Hiels – Let It In – LP Review

The Ukranian alt-rock trio Hiels released the LP Let It In on the 31st of August.

Hiels - Let It In

Hiels

Bringing a range of ideas to the album Hiels launch their trajectory higher in the sky for a wider audience to observe.

Opening with the delightfully punchy Cockroach which veers through a spiky new-wave number and maths-rock delivery – the highlight and why this is my pick of the release is the superb percussion which zeniths in a running of sticks over tautened skins starting at about one minute and six seconds that sounds exactly like the amplification of cockroaches scrabbling across the floor.

Next is a switch of pace with Hardbeat which finds a calypso guitar and percussion opening before compacting then expanding through the approaching six minutes of skipping beats, culminating in an early ’70s rock spaciousness that reminds of Mr. Blue Sky by ELO.

Love To Share allows Hiels to introduce a more tender vocal led number in which once again they evidence their ability to pull a rabbit out of every track as sticks on drum rim coexisting with blousy guitar provides an unanticipated interpretation.

The fourth track – My Head (Is Like An Airballoon) allows the thoughtful bass to take centre stage and giving the twist with the markedly disinterested vocal which by its monotone gives the line from which everything evolves. A deft creation it is impossible to not enjoy.

Following up with another switch in emphasis with the almost folksy merseybeat referencing –  You Said prior to the composition easing into an fuzzy rock- guitar interpretation of traditional Hopak that once again displays the depth of ability of the trio bring in to context – disparity.




Suddenly a piano appears from nowhere with just one chord that for its presence has the listener referencing Tchaikovsky in their mind for the remainder of Brothers despite it gliding into a ’70s influenced stadium rock number.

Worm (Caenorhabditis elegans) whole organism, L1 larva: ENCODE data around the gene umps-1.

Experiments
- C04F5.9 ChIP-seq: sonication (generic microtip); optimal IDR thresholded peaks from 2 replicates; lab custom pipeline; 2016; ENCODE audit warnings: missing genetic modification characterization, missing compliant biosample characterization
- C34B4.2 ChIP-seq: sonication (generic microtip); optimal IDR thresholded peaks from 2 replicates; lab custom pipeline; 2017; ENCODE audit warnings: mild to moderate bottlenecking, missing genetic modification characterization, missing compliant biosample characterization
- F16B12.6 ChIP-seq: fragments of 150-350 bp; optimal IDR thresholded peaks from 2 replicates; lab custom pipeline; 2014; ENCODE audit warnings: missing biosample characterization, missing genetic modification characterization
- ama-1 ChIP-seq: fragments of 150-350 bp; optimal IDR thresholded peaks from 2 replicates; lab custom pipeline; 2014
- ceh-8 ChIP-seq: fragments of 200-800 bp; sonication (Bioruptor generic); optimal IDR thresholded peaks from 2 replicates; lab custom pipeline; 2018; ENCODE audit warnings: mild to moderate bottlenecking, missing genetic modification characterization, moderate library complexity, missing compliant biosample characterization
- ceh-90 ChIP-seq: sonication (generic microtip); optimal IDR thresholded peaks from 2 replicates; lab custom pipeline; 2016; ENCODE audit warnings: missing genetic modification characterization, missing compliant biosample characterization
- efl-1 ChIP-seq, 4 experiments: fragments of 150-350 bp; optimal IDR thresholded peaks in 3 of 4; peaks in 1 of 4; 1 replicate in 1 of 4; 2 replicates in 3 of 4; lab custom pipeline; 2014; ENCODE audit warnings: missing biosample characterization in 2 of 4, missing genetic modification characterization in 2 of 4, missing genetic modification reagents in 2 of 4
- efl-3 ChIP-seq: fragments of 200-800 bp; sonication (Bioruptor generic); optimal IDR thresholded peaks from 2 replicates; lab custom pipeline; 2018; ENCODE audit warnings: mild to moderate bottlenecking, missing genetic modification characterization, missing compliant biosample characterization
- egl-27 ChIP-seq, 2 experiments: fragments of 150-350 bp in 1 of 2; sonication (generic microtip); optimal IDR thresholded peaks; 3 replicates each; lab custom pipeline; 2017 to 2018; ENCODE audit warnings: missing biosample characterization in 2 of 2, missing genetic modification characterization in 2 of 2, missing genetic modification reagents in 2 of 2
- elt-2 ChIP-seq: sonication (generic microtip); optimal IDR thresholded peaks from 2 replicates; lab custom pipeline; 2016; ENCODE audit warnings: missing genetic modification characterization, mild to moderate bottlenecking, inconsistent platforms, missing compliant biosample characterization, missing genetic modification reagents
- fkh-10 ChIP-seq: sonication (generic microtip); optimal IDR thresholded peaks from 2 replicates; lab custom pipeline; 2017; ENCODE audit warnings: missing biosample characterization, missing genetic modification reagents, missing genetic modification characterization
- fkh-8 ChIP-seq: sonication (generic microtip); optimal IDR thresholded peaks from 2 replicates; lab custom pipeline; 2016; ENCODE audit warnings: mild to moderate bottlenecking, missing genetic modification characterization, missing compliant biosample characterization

SFU Girl brings everything back to earth with harmonica becoming subsumed behind the streaming steel of the drum-kit in a track which invites the audience to take more sips of magic mushroom tea the further it progresses.

The three minutes and ten seconds of Rita revolves around the downtempo psychedelia of their introduction.

Surfers – hints, in its title, a good indication of what is to come – as Hiels continue in their natural space of ’60s psychedelia, which they deliver with considerable panache.

The scratched guitar of The Nature’s Song will be recognised by their introduction to the site.

In case you were wondering where we are on the track count – One Day is the penultimate on Let It In and once again the trio open up a different trajectory of sound with a resounding bass alongside accompanying drum prior to lifting off into a outer-space as, rather than gathering weight through the development of the track, it becomes more fleet-footed in the angular equations of maths-rock.

Sadly, we come to the end of the album with the appropriately named Good Night as the roughly fifty minute LP, that not only keeps the listener engaged but also concentrating, loosens its grip to allow the mind to relax and refresh.

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Hiels

Daniel ZubkovViktoria Podroiko and Evgeny Glebov from Kiev in Ukraine form the downbeat-psychedelia out-fit Hiels.

Hiels - downbeat-psychedelia from Ukraine

Hiels

Pipettes of sparkle lay within the out-put of Hiels which gives the morose starting points an intriguing circumlocution that spirals its way into the brain. The room darkens as the trio enter the room, casting a pall that envelopes the listener in dank claggy moss, from which alpine flowers emerge like surprising psychedelic triptychs.




The murky bass casts aside sunlight as grey tinted percussion hammers in rusty iron nails and a monotone vocal shuffles across the floor, only for guitar to stand in cater-corner of sunny disposition giving Hiels a striking alarm that brings joy to the ear as the trio are able to contort from gnarly knots to trippy elasticity.

Following on from the three track single Hardbeat of last year, Hiels are finalising their début LP with the track The Nature’s Song being the first to playground. A number that finds the trio extending their conceptual commentary of the world in which they find their stomping ground with guitar being given more expanse into psychedelia simultaneously lifting the voice in harmony. Bass and drum remain stoic nay-sayers, giving the track an inner-turmoil of considerable interest.

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